Our Man in Kabul

| Thu Apr. 15, 2010 1:42 PM EDT

Over the past several years, when he complained again and again about American attacks in his country that were killing civilians in surprising numbers and remarkably often, he was generally humored and dealt with as an irrelevance or an annoyance. Now, given the rampant drug trade, the corruption, the "tantrums," the emotional outbursts, the threats to join the Taliban, and his embracing of the Iranians and the Chinese, he is dealt with in Washington as a cross between a big baby, an unstable adult, an overemotional drug-taker, and a prime danger to the American project in Afghanistan. He was given a lot of TLC by the previous resident of the White House, while being studiously ignored or reproved by this one. American officials have lavished praise—and scorn—on him. They have brandished hard power—and laid on the soft power—to tame him. They have regularly tried "new tacks" in dealing with him, and then tacked—and tacked again. I'm talking, of course, about Hamid Karzai, the American-installed president of Afghanistan, our man in Kabul, as Alfred McCoy so aptly dubs him. He's our boy, our nemesis, the definition of our problem in Afghanistan, our worst mistake, and our missing conscience all wrapped in one.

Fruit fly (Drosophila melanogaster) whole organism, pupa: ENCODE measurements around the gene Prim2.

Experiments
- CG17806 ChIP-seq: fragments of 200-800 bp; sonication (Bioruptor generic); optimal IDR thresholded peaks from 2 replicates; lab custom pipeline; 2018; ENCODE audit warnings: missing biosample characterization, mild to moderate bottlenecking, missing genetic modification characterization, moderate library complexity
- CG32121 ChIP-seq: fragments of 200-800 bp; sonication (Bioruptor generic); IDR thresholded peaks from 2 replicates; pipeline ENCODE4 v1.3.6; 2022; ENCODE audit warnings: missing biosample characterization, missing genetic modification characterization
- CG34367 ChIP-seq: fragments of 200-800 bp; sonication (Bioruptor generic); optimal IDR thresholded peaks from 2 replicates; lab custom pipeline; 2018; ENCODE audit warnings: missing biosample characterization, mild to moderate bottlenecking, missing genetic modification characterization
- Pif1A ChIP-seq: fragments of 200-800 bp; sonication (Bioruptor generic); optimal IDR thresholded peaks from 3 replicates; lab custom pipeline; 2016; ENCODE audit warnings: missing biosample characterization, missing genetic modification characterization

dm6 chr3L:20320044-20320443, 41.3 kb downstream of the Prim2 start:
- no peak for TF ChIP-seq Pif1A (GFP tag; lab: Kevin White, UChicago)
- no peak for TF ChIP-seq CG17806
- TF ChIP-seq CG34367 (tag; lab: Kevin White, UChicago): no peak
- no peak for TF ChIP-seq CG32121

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McCoy, a historian at the University of Wisconsin and an expert on the Vietnam War, the CIA, and the drug trade, offers a powerful reminder that we've been here before. And he's not the only one who knows it. After all, Richard Holbrooke, the president's special representative for Afghanistan and Pakistan, spent his first six years in government service in, or focused on, Vietnam during the war years. And as the Obama administration was setting its Afghan course in the fall of 2009, a number of key figures in the White House, including the president, took time out to study Gordon Goldstein's book, Lessons in Disaster: McGeorge Bundy and the Path to War in Vietnam, which recounts, among other things, the grim tale of Ngo Dinh Diem, the Hamid Karzai of that moment, and the CIA plot that led to his overthrow and assassination, as well as a wider, more disastrous war for the US.

As McCoy makes clear, however, the history lesson in all this goes deeper than Karzai and Diem, despite the unbelievably eerie parallels between them. As that old Seinfeld break-up line goes: It's not you, it's me. And whatever Karzai's problems are, it's not, in the end, him, it's us. It's a problem that goes to the riven imperial heart of the matter.

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